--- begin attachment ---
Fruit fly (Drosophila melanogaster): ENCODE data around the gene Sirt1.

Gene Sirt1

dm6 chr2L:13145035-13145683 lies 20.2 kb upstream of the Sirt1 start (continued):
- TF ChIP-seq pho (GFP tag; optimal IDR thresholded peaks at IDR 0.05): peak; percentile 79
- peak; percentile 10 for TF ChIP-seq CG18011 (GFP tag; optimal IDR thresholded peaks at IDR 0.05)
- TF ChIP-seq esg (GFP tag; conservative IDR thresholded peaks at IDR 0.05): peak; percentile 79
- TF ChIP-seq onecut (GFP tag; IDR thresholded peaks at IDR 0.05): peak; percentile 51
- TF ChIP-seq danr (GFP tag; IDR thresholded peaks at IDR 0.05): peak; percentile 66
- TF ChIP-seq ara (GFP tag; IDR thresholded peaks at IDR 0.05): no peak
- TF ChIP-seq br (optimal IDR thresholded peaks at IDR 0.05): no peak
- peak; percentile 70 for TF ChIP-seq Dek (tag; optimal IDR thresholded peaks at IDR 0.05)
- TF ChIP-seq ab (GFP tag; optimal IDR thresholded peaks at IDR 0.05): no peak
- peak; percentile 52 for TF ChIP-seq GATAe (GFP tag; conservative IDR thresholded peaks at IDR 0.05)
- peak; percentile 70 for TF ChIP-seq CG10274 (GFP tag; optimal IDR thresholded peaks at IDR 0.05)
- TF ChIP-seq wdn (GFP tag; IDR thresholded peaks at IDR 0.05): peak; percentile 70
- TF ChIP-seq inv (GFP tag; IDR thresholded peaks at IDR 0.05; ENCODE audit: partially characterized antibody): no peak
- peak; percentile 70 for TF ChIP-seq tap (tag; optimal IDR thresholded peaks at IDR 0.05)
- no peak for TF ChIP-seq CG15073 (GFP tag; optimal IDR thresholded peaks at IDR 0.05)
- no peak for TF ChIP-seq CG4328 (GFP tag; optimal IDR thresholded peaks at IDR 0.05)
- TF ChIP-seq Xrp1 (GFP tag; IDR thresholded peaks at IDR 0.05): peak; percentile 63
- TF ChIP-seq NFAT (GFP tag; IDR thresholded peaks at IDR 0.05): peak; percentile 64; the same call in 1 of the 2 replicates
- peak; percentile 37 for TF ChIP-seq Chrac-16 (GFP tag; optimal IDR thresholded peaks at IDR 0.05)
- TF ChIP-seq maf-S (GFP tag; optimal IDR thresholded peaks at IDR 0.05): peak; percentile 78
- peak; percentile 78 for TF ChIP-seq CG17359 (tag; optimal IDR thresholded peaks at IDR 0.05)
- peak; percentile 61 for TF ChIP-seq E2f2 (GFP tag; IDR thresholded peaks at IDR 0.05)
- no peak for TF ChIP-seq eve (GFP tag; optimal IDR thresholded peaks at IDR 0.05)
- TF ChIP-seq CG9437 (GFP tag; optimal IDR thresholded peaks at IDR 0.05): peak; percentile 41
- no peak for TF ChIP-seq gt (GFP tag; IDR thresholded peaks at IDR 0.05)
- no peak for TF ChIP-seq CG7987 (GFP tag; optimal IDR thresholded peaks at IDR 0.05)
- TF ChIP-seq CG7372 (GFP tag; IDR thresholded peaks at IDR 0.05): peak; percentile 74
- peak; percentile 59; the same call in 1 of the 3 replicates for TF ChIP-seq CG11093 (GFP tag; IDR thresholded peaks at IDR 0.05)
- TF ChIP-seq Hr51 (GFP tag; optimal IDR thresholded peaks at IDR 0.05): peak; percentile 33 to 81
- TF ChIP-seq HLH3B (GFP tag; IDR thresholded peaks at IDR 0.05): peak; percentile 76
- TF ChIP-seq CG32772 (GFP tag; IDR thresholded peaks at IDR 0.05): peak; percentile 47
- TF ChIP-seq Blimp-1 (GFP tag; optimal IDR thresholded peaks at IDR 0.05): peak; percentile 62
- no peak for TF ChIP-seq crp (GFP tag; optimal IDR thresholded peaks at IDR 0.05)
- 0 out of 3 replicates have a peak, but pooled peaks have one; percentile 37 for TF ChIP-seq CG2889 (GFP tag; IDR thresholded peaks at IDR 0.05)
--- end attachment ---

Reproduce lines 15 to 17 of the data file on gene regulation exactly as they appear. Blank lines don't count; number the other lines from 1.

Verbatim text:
- TF ChIP-seq wdn (GFP tag; IDR thresholded peaks at IDR 0.05): peak; percentile 70
- TF ChIP-seq inv (GFP tag; IDR thresholded peaks at IDR 0.05; ENCODE audit: partially characterized antibody): no peak
- peak; percentile 70 for TF ChIP-seq tap (tag; optimal IDR thresholded peaks at IDR 0.05)